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“… and that means you do everything I say …”

My favourite quote from Charlie Croker (Michael Caine) in the original “Italian Job” – and it illustrates perfectly the dilemma faced by every manager and leader.  (Crooked or legit).

Creating Teamwork: the job of a Manager, a Coach, or a Leader?

A key part of every manager’s job entails telling people what to do: giving out workflows, setting deadlines for work to be completed, inviting team members to meetings – the list of instructions is endless.

Simply giving orders is only half the battle – or maybe less than half.  And not even the most important half …

The route to creating brilliant teams starts with building trust with every member of the team – not only the ones you ‘naturally’ get on with.

So how do you do that?  How do you build trust?  How do you motivate them?  Is it even your job to motivate them, or could you be asking the wrong question?  We believe people already know what motivates them: it’s part of a manager’s job to make sure the team – and the whole organisation – are nurturing those values.  Easier said than done.

Berne Levels of Comm pic

Eric Berne, the Canadian psychiatrist, devised several models to illuminate human behaviours, and especially how we communicate.  Looking at his ‘Levels of Communication’ framework (see the illustration on the right), we can easily see that many managers get stuck at the bottom two levels: what Berne called ‘Ritual and Cliché’ (“Hi, how’s it going? Everything all right?  Smashing.  Good result for United last night?  Excellent.  See you next week …” etc.) and ‘Facts and Information’ (Self-explanatory).

There’s nothing ‘wrong’ with communicating at those levels; however, if your relationship with certain team members never moves above those levels, you might feel yourself constricted around those people: no real rapport, no trust.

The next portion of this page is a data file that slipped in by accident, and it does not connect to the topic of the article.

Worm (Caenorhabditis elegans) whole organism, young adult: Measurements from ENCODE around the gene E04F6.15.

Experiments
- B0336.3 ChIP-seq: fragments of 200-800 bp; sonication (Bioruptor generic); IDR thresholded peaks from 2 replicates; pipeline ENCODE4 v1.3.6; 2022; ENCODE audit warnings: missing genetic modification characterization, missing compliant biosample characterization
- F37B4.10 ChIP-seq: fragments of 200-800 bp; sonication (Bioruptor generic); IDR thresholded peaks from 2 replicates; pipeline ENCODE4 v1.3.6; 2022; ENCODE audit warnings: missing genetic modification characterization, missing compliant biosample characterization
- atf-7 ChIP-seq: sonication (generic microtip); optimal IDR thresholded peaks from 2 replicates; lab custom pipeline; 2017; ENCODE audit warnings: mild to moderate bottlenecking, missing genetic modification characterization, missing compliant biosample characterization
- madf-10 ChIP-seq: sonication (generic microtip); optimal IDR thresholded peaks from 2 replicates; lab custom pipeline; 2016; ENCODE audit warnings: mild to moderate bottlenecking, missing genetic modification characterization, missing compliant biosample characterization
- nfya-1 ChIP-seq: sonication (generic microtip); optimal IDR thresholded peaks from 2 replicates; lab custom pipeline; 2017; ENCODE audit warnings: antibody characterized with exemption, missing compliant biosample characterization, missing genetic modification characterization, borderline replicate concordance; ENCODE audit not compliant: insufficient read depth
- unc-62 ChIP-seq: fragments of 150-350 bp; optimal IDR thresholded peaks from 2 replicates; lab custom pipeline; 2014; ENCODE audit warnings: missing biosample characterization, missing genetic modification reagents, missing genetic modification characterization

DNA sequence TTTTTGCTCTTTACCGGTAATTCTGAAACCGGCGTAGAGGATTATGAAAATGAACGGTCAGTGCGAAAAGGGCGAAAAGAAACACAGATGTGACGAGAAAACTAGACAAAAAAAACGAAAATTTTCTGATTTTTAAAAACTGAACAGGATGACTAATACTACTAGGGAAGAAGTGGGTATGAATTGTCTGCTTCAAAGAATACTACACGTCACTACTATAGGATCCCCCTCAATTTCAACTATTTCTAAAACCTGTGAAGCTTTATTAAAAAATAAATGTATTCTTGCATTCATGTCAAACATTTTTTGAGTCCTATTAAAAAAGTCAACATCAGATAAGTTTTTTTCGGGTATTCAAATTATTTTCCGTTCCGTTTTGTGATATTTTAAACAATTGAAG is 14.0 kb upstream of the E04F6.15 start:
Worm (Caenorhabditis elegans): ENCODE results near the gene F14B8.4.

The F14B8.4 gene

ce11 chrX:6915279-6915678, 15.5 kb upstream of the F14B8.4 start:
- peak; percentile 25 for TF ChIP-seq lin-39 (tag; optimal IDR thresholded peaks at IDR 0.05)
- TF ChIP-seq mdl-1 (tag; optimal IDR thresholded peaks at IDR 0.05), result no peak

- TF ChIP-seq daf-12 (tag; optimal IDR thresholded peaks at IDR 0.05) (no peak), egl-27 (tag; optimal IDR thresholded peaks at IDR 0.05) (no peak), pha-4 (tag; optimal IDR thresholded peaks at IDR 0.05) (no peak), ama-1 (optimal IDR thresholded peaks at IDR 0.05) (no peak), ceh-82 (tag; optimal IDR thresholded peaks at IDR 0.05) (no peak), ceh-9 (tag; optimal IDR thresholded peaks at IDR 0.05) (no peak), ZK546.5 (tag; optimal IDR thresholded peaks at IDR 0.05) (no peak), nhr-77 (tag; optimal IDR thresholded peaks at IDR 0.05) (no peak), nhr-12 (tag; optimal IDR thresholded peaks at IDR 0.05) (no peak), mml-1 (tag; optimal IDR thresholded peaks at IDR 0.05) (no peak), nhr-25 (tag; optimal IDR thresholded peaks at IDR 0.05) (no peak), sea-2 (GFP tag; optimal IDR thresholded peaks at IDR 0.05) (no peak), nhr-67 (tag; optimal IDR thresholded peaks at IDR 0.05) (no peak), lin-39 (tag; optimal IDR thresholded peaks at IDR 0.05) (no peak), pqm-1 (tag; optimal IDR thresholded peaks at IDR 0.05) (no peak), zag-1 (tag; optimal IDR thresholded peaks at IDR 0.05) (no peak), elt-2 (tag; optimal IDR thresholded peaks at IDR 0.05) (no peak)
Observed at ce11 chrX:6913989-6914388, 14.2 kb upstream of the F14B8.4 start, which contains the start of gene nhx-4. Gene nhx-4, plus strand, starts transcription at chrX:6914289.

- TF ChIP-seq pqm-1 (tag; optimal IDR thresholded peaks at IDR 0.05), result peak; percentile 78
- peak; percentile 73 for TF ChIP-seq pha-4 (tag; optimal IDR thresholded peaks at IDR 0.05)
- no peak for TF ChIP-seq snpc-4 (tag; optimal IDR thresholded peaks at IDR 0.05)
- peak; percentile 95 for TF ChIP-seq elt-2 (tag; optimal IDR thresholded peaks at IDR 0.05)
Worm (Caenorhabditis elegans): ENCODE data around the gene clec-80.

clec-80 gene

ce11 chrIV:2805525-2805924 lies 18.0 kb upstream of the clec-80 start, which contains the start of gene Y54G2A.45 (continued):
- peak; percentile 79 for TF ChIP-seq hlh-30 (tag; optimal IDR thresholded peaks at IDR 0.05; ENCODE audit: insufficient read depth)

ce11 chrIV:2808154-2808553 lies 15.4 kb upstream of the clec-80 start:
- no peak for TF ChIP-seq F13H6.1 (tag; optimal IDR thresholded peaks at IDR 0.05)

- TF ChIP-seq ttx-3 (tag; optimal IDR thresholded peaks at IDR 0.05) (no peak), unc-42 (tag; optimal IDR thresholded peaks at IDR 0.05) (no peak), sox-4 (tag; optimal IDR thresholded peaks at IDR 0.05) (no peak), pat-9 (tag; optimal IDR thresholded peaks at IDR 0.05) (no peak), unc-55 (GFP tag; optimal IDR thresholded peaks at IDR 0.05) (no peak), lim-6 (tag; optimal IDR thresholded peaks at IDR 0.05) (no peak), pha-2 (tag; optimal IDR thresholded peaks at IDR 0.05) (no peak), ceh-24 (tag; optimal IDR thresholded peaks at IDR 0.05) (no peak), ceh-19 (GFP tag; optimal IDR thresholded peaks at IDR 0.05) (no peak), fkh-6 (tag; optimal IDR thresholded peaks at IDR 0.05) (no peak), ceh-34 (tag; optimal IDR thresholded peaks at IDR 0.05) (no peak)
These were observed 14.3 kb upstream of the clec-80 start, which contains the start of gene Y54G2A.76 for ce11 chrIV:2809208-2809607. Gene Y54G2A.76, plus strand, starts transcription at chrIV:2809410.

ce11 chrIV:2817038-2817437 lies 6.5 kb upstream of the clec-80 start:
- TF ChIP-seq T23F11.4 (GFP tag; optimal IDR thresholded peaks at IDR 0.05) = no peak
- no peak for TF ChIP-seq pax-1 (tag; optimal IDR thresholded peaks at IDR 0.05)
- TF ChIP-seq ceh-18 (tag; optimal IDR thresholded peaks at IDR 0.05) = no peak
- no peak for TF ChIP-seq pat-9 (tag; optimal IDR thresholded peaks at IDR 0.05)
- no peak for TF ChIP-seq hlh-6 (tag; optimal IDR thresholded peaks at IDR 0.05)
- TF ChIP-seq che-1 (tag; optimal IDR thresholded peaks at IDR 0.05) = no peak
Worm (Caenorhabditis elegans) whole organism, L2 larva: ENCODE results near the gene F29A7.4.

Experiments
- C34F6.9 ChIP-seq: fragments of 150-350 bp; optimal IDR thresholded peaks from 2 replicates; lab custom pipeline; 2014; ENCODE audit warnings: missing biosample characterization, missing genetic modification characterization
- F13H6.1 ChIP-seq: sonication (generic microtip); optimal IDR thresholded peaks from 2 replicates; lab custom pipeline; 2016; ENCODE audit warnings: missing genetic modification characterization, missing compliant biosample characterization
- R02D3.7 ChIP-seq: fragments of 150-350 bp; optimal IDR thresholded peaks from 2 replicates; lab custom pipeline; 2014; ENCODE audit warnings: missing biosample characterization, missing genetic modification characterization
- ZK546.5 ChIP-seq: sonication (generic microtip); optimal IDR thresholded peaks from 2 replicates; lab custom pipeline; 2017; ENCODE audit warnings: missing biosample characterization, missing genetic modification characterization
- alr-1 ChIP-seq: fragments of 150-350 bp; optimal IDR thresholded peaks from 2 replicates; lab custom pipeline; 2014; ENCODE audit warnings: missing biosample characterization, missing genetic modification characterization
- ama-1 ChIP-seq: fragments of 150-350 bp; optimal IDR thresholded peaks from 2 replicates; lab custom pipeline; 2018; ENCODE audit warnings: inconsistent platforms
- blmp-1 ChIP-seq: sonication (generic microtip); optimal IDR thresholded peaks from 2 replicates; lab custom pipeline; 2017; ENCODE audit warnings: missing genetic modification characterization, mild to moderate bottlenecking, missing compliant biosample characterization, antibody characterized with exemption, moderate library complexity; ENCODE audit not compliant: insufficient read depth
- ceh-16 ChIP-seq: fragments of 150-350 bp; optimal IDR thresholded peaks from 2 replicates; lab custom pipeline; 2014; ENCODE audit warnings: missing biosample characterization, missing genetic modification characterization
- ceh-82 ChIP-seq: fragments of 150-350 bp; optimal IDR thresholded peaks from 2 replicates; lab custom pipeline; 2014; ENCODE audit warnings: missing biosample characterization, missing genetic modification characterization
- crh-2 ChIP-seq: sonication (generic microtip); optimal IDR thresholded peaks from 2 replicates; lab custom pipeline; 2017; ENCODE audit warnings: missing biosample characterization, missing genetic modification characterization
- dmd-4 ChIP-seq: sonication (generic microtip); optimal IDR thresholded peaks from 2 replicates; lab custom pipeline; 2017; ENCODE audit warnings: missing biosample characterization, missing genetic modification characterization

To build that rapport and trust, you may have to take a risk.  A simple method to kick-start this rapport-building process: Ask, Don’t Tell.  Ask them open questions.  You might be amazed at what comes back.

And that’s the key to becoming not just their manager, but their coach and leader.  The key challenge for many managers is to separate their line management role from their coaching role.  They are very different undertakings, and it can be surprisingly difficult to switch from ‘Telling’ to ‘Asking’.

Creating Teamwork: Keep the Questions Open

And even when you do get into asking questions, it’s easy to succumb to the temptation of asking closed questions, which will lead you back pretty soon to indirectly telling them what to do.  “Don’t you think it might be a good idea if you were to … “or “Have you tried doing such-and-such?”  These are not open questions – they’re leading questions!

Our experience of coaching shows us that the Ask-Don’t-Tell route is the key to encouraging team members to rely on their own intelligence and creativity to resolve issues – and to make things work better – rather than always having to refer back to you.

And the greater rapport will mean more trust between you.  And for your team members, it can also mean greater loyalty, job satisfaction, autonomy, mastery, and a sense of belonging.  And happy people tend to be more productive, and more likely to stay with your organisation.

What’s not to like?

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